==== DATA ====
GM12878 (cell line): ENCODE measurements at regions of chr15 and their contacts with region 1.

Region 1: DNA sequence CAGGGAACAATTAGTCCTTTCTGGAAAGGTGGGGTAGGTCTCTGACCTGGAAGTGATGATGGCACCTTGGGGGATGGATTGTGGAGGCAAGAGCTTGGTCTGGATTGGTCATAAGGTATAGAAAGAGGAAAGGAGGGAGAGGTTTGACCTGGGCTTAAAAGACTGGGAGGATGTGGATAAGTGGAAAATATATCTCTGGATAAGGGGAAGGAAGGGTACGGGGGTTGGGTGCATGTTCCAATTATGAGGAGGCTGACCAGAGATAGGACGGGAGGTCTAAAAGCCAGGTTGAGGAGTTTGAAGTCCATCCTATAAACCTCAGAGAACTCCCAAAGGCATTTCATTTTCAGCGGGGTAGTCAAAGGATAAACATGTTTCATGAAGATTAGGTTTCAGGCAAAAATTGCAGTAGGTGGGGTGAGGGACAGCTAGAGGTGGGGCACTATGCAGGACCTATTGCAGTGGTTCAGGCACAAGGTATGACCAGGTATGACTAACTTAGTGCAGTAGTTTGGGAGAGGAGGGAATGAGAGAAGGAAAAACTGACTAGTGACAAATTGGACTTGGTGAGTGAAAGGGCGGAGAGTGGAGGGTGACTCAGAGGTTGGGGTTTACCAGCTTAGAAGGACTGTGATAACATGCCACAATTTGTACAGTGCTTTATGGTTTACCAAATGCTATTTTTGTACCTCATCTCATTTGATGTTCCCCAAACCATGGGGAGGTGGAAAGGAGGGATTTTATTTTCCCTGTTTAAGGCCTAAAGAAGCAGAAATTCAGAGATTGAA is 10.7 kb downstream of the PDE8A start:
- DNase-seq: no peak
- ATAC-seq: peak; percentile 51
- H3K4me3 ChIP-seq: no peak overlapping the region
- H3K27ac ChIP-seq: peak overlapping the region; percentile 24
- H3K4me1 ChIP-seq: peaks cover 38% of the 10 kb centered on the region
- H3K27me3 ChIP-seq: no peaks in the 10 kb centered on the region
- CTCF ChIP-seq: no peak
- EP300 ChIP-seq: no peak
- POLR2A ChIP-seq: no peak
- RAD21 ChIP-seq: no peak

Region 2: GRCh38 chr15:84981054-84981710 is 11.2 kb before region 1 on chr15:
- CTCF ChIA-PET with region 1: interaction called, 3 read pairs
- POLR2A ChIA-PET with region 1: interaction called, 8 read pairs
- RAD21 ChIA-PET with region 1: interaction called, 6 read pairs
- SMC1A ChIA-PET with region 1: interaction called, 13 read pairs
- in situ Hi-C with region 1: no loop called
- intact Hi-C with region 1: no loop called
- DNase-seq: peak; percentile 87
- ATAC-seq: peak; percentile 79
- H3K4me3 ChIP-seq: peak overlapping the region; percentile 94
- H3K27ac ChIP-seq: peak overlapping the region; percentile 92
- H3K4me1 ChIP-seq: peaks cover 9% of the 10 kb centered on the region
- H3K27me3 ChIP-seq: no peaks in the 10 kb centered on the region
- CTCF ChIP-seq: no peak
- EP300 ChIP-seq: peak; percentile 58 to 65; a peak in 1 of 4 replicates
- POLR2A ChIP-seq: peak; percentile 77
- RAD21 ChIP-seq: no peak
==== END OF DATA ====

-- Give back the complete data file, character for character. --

GM12878 (cell line): ENCODE measurements at regions of chr15 and their contacts with region 1.

Region 1: DNA sequence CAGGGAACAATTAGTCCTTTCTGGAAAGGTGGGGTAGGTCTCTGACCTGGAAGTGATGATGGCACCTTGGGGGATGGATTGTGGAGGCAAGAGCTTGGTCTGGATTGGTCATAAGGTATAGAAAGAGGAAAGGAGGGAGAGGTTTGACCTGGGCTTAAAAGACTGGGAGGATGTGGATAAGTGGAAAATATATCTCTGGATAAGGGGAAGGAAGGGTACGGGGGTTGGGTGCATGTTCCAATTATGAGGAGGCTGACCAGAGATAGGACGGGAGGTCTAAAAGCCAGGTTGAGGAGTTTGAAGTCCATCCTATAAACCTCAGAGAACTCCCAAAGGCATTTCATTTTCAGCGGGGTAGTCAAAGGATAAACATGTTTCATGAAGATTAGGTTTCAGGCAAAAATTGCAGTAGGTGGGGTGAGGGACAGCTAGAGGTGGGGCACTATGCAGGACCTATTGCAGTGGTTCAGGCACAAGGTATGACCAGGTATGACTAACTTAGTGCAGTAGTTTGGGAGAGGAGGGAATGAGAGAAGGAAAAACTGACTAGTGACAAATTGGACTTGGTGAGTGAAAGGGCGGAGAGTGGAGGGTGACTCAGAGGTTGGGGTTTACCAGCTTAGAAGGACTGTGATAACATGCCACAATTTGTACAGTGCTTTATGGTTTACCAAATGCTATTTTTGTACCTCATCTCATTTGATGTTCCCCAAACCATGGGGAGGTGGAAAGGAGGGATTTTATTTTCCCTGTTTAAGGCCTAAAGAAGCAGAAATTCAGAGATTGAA is 10.7 kb downstream of the PDE8A start:
- DNase-seq: no peak
- ATAC-seq: peak; percentile 51
- H3K4me3 ChIP-seq: no peak overlapping the region
- H3K27ac ChIP-seq: peak overlapping the region; percentile 24
- H3K4me1 ChIP-seq: peaks cover 38% of the 10 kb centered on the region
- H3K27me3 ChIP-seq: no peaks in the 10 kb centered on the region
- CTCF ChIP-seq: no peak
- EP300 ChIP-seq: no peak
- POLR2A ChIP-seq: no peak
- RAD21 ChIP-seq: no peak

Region 2: GRCh38 chr15:84981054-84981710 is 11.2 kb before region 1 on chr15:
- CTCF ChIA-PET with region 1: interaction called, 3 read pairs
- POLR2A ChIA-PET with region 1: interaction called, 8 read pairs
- RAD21 ChIA-PET with region 1: interaction called, 6 read pairs
- SMC1A ChIA-PET with region 1: interaction called, 13 read pairs
- in situ Hi-C with region 1: no loop called
- intact Hi-C with region 1: no loop called
- DNase-seq: peak; percentile 87
- ATAC-seq: peak; percentile 79
- H3K4me3 ChIP-seq: peak overlapping the region; percentile 94
- H3K27ac ChIP-seq: peak overlapping the region; percentile 92
- H3K4me1 ChIP-seq: peaks cover 9% of the 10 kb centered on the region
- H3K27me3 ChIP-seq: no peaks in the 10 kb centered on the region
- CTCF ChIP-seq: no peak
- EP300 ChIP-seq: peak; percentile 58 to 65; a peak in 1 of 4 replicates
- POLR2A ChIP-seq: peak; percentile 77
- RAD21 ChIP-seq: no peak